The October/November 2016 issue of Food Safety Magazine included
an article by Margaret D. Hardin, Ph.D. I read the article, “Retrofitting
a Food Plant to Maximize Sanitation,” with great interest. This issue can
be a significant problem and cost for a processing plant with multiple
pieces of “heritage” equipment. In the article, Dr. Hardin highlights the
North American Meat Institute’s “ 10 Principles of Sanitary Equipment
Design” and the “ 11 Principles for Sanitary Facility Design.” Both of
these lists are laudable principles that any food processing facility is
well advised to follow.
I was disappointed, however, that she did not reference any of the internationally recognized
leaders in hygienic equipment design or hygienic facility design. 3-A Sanitary Standards Inc.
(3-A SSI) in McLean, VA, publishes a large catalog of internationally recognized sanitary
standards and accepted practices for the sanitary design of processing systems. The European
Hygienic Engineering and Design Group (EHEDG) in Frankfurt, Germany, also has a large
catalog of guidelines covering food processing that are widely used around the world.
The 10 principles, however praiseworthy, do not provide the details of how to practically
obtain those principles. Retrofitting an existing processing facility generally falls on the
shoulders of in-house maintenance and engineering staff. Most processors must accomplish
these changes while still maintaining an effective processing schedule. The catalogs of individual
equipment standards or guidelines published by both 3-A SSI and EHEDG include documents
detailing the basic general requirements applicable to all types of equipment throughout the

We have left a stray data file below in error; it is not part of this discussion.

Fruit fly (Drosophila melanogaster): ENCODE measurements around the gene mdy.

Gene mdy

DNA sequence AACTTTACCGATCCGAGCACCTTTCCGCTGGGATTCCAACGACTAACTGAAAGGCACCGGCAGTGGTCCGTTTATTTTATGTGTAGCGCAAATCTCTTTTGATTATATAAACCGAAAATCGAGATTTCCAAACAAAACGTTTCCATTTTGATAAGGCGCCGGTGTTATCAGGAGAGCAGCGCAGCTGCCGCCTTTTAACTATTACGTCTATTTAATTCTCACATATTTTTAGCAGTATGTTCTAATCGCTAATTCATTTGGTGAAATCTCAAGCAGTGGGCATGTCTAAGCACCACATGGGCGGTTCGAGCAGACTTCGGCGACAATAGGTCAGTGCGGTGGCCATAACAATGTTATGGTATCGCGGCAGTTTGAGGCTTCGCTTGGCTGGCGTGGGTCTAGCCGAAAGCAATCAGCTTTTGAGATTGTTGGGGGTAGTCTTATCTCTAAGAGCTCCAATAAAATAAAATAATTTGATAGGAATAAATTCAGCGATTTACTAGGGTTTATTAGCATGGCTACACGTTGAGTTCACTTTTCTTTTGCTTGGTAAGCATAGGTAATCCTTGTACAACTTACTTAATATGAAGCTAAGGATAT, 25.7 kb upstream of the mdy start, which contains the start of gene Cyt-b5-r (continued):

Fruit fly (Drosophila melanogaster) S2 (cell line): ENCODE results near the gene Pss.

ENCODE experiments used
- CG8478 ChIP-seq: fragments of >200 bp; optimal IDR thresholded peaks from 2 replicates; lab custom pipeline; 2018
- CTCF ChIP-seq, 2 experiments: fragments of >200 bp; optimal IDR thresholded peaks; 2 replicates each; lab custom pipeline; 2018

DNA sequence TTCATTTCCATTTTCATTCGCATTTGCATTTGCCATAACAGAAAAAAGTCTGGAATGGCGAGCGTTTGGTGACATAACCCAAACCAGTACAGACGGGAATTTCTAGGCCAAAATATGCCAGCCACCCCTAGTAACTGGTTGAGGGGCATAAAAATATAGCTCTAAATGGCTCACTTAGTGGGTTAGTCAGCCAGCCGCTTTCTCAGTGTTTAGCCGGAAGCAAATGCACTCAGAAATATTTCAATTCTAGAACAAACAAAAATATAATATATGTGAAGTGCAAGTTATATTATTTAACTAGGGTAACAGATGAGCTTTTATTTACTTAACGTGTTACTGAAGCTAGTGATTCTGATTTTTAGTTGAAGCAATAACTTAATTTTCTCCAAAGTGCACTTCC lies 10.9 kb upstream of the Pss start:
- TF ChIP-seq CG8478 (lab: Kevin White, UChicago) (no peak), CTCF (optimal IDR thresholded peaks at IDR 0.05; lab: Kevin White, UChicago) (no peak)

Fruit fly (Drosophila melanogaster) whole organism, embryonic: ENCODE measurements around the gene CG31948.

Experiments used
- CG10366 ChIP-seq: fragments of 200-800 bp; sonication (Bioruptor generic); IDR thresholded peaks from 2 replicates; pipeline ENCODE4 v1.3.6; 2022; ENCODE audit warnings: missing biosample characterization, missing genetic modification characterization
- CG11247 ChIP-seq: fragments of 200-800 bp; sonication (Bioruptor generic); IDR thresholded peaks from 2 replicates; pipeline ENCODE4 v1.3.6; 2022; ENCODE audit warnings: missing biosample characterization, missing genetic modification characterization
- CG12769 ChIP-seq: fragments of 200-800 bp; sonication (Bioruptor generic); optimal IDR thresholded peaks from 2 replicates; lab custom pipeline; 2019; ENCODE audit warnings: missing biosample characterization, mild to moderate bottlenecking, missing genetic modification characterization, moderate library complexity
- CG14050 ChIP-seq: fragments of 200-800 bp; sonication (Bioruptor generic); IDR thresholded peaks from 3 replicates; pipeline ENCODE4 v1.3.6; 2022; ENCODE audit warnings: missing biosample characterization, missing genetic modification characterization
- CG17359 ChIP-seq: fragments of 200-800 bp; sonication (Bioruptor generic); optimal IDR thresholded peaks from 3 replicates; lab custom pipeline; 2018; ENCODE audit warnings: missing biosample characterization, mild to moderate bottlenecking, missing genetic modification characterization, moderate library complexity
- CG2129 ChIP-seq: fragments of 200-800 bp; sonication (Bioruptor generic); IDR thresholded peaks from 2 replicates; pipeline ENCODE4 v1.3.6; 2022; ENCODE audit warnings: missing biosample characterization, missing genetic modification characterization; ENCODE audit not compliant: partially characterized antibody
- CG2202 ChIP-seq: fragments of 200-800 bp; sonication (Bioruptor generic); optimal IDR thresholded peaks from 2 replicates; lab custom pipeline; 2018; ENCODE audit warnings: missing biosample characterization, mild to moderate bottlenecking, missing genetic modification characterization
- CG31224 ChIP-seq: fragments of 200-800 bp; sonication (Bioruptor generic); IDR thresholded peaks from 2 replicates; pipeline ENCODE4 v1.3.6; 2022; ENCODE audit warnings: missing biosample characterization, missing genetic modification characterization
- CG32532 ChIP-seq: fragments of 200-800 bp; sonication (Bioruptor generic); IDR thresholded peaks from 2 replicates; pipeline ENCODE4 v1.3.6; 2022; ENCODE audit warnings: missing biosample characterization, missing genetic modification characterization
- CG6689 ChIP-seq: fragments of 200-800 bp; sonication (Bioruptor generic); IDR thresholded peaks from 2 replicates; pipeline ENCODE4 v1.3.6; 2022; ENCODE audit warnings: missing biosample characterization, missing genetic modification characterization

food processing industry.
Readers wishing to obtain more details about the design, fabrication and materials of
construction, as well as the cleanability, inspectability and installation that can be used to
support the goals of the 10 principles can contact these hygienic design organizations at
www.3-a.org and www.ehedg.org.
Using these documents for the maintenance and retrofitting of processing facilities can
greatly assist processors to “get it right the first time” rather than making changes that are
subsequently found not to accomplish the desired improvement in sanitation or are rejected by
F. Tracy Schonrock, Schonrock Consulting
Changes in Listeria,
The European Union (EU)
has released a summary
report on trends and sources
of zoonoses, zoonotic agents
and foodborne outbreaks
that occurred in 2015.
In that year, EU Member
States reported a total
of 2,206 human cases of
listeriosis. The number
of Listeria-related deaths last
year (~270) is the highest
number ever reported in the
The report also represents
the most recent data on
foodborne infections linked
to Campylobacter and
Salmonella. In 2015, there
were 229,213 reported
most commonly reported
foodborne illness in Europe.
The second most commonly
a prevalence of 94,625 cases
in 2015, compared with just
over 92,000 in 2014. It is
believed that the increase in
reported cases is probably
due to better surveillance
and diagnostic methods.
There were 4,362 reported foodborne outbreaks
in 2015. The most common
cause of outbreaks was
with consumption of eggs.
However, the number of
Salmonella outbreaks has
fallen by 41 percent since
The report is available at
FDA Announces Updated FSMA Training Strategy
The U.S. Food and Drug Administration (FDA) has
published an updated training strategy that reflects
progress made with the agency’s Food Safety
Modernization Act (FSMA) over the past year or
FDA has awarded funding for the development of training curricula and delivery. Co-operative agreements have been awarded to
the National Farmers Union Foundation and
the University of Arkansas at Fayetteville.
Federal grants have been awarded for the
establishment of regional centers to facilitate
training delivery under FDA’s partnership with
the U.S. Department of Agriculture’s National
Institute of Food and Agriculture.
This program is focused on farmers, small food
processors and small produce merchant wholesalers.